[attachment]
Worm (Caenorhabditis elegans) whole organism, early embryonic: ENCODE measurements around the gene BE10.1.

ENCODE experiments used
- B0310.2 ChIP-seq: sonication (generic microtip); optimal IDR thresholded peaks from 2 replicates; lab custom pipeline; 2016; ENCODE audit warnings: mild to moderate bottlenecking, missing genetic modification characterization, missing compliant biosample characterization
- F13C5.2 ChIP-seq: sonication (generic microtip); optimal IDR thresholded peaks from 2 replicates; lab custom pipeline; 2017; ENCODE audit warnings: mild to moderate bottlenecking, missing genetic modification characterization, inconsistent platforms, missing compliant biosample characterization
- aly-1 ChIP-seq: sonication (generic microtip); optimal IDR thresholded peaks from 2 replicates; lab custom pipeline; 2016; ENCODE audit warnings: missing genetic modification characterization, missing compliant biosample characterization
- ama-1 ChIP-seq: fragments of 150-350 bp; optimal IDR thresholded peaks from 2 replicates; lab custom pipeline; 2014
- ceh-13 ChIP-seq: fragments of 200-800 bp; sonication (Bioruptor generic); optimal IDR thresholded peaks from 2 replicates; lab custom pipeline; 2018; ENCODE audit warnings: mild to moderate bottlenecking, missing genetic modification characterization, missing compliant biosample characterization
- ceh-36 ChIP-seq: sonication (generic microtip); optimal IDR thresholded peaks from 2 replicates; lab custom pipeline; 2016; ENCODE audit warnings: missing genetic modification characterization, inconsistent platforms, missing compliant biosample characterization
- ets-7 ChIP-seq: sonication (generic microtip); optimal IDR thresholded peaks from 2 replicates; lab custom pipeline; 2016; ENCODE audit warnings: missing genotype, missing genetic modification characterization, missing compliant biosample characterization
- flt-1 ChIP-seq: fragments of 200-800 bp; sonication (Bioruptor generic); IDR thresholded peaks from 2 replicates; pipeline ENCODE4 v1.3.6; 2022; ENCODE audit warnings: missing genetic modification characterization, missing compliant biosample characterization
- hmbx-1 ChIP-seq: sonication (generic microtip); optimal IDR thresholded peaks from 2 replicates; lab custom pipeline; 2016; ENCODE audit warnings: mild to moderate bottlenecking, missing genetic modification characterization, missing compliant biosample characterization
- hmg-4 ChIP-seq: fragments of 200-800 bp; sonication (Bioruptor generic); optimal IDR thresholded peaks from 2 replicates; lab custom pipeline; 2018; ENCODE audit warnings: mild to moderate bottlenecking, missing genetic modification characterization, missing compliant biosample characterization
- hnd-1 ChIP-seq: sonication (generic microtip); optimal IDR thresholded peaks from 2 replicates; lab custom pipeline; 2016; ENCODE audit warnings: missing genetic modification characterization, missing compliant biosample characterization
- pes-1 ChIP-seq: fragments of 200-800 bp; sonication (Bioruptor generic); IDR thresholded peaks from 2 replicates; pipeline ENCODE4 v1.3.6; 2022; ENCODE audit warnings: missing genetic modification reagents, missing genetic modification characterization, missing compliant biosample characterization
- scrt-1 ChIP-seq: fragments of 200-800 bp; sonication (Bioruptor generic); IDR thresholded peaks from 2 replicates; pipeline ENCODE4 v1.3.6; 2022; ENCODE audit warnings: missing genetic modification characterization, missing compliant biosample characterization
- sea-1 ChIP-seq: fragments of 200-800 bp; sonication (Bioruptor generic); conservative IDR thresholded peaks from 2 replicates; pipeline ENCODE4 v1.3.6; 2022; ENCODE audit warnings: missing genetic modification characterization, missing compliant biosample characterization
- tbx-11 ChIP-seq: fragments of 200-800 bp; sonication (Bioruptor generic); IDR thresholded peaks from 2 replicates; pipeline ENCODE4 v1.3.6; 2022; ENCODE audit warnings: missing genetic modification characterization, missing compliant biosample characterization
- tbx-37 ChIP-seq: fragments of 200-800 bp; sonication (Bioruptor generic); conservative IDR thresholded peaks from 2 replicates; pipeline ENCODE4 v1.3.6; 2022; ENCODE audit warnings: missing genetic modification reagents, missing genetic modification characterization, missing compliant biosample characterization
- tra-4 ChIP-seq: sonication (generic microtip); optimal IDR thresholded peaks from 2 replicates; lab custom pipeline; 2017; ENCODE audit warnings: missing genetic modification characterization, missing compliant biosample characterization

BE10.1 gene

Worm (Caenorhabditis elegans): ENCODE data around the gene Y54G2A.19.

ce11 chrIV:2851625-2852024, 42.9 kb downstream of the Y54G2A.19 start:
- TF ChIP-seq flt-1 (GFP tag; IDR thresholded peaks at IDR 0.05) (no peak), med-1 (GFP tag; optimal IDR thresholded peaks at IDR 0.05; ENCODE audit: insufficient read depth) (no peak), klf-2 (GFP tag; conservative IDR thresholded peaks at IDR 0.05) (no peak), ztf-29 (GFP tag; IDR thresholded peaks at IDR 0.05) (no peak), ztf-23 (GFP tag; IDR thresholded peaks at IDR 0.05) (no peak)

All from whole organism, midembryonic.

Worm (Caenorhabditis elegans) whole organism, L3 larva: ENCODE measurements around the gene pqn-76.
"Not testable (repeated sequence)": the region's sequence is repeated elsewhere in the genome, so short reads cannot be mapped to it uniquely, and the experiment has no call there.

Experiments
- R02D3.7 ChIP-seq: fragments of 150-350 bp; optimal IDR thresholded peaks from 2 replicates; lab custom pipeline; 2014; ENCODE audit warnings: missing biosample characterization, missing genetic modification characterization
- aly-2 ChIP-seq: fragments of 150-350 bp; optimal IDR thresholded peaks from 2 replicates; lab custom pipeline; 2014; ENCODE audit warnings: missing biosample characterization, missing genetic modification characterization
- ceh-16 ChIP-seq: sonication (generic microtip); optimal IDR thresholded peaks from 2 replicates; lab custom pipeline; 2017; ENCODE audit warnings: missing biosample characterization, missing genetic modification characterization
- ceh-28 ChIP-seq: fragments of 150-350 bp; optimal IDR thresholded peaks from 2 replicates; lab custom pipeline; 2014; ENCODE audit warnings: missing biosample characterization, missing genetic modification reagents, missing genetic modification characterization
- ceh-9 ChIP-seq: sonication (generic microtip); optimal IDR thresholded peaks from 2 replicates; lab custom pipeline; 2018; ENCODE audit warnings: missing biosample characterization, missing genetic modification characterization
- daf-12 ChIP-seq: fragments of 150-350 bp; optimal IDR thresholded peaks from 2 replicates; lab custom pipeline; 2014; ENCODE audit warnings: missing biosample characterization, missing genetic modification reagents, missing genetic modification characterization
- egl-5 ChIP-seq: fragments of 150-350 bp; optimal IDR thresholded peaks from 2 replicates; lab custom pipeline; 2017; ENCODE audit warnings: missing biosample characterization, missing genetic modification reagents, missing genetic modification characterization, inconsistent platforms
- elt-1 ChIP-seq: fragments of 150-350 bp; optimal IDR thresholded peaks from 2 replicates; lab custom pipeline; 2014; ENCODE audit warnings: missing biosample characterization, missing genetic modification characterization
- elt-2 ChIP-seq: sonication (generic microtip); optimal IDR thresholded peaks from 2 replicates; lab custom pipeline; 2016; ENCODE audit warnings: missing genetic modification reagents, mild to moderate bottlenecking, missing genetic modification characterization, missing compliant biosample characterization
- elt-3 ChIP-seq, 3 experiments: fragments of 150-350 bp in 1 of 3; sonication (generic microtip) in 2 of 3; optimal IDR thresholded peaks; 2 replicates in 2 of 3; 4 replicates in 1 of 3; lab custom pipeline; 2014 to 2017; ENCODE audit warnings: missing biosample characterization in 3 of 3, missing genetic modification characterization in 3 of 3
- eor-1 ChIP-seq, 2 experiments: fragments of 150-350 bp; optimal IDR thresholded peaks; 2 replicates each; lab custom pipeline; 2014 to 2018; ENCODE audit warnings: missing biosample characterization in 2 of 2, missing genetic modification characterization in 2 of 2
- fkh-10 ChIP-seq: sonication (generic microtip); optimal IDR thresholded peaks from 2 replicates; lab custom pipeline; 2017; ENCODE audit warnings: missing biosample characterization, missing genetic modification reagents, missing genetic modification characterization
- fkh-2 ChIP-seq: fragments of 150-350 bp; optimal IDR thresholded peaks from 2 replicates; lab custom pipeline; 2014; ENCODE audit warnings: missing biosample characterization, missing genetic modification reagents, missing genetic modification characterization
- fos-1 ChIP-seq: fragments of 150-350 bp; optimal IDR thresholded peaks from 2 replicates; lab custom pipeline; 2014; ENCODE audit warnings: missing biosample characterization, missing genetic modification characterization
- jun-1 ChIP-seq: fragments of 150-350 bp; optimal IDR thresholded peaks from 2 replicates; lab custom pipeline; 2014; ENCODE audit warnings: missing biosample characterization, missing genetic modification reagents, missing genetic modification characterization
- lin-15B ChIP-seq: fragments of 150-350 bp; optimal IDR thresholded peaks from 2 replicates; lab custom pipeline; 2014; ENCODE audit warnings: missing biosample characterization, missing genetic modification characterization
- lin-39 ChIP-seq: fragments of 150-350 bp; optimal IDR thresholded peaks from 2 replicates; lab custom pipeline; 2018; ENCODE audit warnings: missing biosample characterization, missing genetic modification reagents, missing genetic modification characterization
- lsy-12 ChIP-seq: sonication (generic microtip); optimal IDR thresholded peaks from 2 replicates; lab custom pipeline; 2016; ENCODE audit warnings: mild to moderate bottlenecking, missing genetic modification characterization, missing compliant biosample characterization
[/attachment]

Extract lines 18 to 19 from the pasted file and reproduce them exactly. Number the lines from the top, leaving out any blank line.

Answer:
- tbx-37 ChIP-seq: fragments of 200-800 bp; sonication (Bioruptor generic); conservative IDR thresholded peaks from 2 replicates; pipeline ENCODE4 v1.3.6; 2022; ENCODE audit warnings: missing genetic modification reagents, missing genetic modification characterization, missing compliant biosample characterization
- tra-4 ChIP-seq: sonication (generic microtip); optimal IDR thresholded peaks from 2 replicates; lab custom pipeline; 2017; ENCODE audit warnings: missing genetic modification characterization, missing compliant biosample characterization